History of Ivermectin Equine dewormer

In 1974, ivermectin entered the market as an effective treatment against parasites such as ticks, lice, roundworms, and fleas in both humans and animals. The compound was derived from naturally-occurring organisms found in the golf course soil in Japan. The drug blocks the activity of neurotransmitters found in parasites, paralyzing them and eventually killing them.

In 1981, ivermectin was introduced to the veterinary market. It is effective in treating parasitic conditions in domesticated animals including cats, dogs, and horses. Horses are usually given the oral dosage form of ivermectin. In that same year, the use of ivermectin for horses was approved and is  nowused to control parasitic infestations such as hairworms, lungworms, pinworms, and large-mouth stomach worms.

In the 80’s, veterinary pharmaceutical firms tested the drug to make sure that it would not harm horses when given at the correct dose. In horses, a dose of ivermectin at 1.8mg/kg, which is nine times the standard dose, can be given without producing any harmful effects to the horse. However, if the dose is given 10 times the standard dose, the side effects produced are visual impairment, ataxia, and depression.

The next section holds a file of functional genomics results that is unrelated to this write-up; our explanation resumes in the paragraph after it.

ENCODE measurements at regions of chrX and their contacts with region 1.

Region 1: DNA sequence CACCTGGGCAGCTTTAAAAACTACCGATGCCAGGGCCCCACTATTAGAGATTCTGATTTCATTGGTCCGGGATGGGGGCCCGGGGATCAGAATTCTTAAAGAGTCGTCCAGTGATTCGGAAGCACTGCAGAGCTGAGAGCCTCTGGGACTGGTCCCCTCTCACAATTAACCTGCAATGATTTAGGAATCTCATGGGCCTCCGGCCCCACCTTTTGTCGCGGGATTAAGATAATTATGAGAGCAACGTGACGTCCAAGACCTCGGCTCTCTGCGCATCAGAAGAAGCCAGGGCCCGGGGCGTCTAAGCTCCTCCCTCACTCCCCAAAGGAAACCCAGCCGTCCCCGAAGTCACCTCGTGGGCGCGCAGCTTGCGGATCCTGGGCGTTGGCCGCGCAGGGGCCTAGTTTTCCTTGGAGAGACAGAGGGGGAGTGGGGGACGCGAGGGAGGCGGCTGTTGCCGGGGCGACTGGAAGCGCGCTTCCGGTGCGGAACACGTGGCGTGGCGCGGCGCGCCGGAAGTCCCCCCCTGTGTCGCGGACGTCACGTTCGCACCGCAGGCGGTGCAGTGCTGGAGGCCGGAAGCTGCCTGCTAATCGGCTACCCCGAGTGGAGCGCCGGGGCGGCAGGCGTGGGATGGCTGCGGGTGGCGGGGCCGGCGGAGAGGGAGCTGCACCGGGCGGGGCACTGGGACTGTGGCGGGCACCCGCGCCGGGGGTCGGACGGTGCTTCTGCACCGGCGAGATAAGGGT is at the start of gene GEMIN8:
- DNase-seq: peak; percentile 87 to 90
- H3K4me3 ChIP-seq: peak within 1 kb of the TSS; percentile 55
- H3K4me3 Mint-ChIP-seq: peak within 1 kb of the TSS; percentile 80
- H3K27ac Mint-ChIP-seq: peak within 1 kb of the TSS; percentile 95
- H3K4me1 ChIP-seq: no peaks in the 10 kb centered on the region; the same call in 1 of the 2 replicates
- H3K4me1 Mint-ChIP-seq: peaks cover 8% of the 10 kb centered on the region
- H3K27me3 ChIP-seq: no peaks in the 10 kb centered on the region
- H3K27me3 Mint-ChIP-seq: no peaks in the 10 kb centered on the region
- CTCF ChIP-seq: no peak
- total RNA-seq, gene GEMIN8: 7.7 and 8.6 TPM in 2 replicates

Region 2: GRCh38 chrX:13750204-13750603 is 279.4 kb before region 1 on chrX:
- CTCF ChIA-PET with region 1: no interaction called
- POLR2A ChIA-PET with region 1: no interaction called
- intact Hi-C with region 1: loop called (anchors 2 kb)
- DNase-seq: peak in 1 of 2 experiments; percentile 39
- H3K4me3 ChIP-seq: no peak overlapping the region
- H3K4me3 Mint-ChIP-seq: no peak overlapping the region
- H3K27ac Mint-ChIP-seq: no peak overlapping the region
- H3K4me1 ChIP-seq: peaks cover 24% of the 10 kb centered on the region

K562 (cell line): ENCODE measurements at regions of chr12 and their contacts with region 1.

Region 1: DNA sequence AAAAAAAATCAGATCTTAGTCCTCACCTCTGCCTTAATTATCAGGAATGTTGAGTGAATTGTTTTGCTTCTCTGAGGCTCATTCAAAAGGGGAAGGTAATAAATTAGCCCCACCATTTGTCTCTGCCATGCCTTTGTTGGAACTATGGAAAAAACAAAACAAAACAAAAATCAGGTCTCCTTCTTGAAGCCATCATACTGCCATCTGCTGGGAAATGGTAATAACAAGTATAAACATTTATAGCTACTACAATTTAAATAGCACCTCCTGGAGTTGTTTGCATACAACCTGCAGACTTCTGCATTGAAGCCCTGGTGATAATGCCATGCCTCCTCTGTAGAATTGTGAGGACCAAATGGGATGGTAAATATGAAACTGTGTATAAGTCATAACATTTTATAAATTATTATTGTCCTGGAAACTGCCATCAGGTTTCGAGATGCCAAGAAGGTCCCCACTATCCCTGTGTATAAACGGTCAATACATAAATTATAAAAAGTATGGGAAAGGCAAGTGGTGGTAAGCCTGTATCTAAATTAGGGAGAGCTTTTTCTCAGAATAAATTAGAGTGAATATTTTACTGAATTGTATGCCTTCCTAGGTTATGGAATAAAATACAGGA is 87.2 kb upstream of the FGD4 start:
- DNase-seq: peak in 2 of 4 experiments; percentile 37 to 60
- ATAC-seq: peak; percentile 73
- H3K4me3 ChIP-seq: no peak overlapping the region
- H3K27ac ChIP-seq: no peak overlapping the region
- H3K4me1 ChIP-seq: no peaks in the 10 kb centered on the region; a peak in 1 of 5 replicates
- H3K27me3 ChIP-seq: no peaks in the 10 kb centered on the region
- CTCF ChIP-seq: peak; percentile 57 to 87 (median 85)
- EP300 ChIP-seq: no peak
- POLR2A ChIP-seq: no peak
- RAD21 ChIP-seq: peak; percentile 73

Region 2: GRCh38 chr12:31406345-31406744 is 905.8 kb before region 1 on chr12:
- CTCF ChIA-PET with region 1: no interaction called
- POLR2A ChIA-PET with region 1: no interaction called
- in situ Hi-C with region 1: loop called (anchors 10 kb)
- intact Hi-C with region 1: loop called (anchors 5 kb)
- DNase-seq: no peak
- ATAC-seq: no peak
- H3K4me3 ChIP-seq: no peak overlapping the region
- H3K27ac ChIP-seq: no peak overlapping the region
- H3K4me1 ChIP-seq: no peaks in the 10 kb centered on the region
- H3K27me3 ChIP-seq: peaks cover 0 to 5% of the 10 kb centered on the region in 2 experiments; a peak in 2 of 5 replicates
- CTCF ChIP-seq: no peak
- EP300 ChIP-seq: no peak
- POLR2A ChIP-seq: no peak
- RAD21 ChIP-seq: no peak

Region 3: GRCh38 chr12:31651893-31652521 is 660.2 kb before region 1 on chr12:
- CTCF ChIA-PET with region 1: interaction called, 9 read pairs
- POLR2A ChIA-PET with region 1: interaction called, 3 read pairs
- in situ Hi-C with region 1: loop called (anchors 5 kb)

In the early 90s, horses treated with ivermectin experienced a syndrome. Even when ivermectin for horses is given at a right dose, the animal still developed depression, liver problems, ataxia, and weight loss due to silverleaf nightshade. This plant is found in pastures. When treated with ivermectin and horses graze on plants with silverleaf nightshade, drug toxicity can result. When horse owners removed this plant from the pastures, there was improvement in the health of the horse. Silverleaf nightshade may alter the blood brain barrier, allowing more concentration of ivermectin to enter the brain causing its toxicity.

Ivermectin for horses from the turn of the new century, 2000,  is now widely used to treat a wide variety of parasites. These include large strongyles, small strongyles (including benzimidazole-resistant strains), pinworms, ascarids, hairworms, adult large-mouth stomach worms, bot larvae, intestinal threadworms, and lungworms.In more recent times a dewormer has been developed to contain both Praziquantel and ivermectin to increase efficacy of the drug and to include tapeworms to the list of targeted parasites.

Ivermectin is safe for use in horses of all ages given that the proper dosing is followed. It can also be given to pregnant mares without causing harm. A broad spectrum anthelmintic is an effective method in treating intestinal parasites in horses. However, it is still important to consult the veterinarian to develop a better strategy to eliminate parasites from horses through a proper horse worming program. Move with the times and Buy ivermectin online now at Abler.